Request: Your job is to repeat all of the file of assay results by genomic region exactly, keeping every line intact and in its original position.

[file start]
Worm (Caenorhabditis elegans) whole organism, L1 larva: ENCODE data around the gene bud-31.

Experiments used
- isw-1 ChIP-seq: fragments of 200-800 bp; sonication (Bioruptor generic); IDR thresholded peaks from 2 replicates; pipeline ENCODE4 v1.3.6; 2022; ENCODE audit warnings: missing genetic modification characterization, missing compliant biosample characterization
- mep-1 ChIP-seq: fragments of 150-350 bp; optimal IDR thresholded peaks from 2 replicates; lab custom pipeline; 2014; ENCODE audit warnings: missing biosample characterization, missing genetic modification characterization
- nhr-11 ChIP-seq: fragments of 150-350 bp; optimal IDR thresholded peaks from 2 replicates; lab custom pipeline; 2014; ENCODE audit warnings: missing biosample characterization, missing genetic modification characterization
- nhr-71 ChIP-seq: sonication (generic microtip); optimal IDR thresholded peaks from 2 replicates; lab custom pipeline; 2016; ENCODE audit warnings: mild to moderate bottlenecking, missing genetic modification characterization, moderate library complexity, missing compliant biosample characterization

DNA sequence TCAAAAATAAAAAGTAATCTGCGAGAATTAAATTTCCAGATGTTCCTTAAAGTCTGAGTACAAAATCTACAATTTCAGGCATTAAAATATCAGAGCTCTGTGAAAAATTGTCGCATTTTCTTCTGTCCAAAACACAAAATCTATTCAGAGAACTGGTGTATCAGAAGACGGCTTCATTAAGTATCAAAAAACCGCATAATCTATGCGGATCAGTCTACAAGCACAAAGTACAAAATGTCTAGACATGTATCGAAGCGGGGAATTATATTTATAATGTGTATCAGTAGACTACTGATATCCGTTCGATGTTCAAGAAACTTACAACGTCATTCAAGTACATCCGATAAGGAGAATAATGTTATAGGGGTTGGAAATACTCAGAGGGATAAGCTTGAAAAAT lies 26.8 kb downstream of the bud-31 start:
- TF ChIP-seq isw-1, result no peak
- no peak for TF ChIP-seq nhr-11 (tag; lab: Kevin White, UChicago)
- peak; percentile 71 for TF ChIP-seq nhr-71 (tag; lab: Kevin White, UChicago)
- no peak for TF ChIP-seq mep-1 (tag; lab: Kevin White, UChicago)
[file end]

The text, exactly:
Worm (Caenorhabditis elegans) whole organism, L1 larva: ENCODE data around the gene bud-31.

Experiments used
- isw-1 ChIP-seq: fragments of 200-800 bp; sonication (Bioruptor generic); IDR thresholded peaks from 2 replicates; pipeline ENCODE4 v1.3.6; 2022; ENCODE audit warnings: missing genetic modification characterization, missing compliant biosample characterization
- mep-1 ChIP-seq: fragments of 150-350 bp; optimal IDR thresholded peaks from 2 replicates; lab custom pipeline; 2014; ENCODE audit warnings: missing biosample characterization, missing genetic modification characterization
- nhr-11 ChIP-seq: fragments of 150-350 bp; optimal IDR thresholded peaks from 2 replicates; lab custom pipeline; 2014; ENCODE audit warnings: missing biosample characterization, missing genetic modification characterization
- nhr-71 ChIP-seq: sonication (generic microtip); optimal IDR thresholded peaks from 2 replicates; lab custom pipeline; 2016; ENCODE audit warnings: mild to moderate bottlenecking, missing genetic modification characterization, moderate library complexity, missing compliant biosample characterization

DNA sequence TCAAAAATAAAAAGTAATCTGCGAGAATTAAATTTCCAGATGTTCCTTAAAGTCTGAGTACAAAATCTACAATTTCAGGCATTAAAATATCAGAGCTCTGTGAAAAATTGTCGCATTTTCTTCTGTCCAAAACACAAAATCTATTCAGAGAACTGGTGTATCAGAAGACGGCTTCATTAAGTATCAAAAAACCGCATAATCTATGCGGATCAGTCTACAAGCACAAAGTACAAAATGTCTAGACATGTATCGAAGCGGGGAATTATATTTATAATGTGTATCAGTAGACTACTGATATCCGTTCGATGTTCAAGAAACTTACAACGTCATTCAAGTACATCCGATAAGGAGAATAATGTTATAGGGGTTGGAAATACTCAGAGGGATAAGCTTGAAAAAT lies 26.8 kb downstream of the bud-31 start:
- TF ChIP-seq isw-1, result no peak
- no peak for TF ChIP-seq nhr-11 (tag; lab: Kevin White, UChicago)
- peak; percentile 71 for TF ChIP-seq nhr-71 (tag; lab: Kevin White, UChicago)
- no peak for TF ChIP-seq mep-1 (tag; lab: Kevin White, UChicago)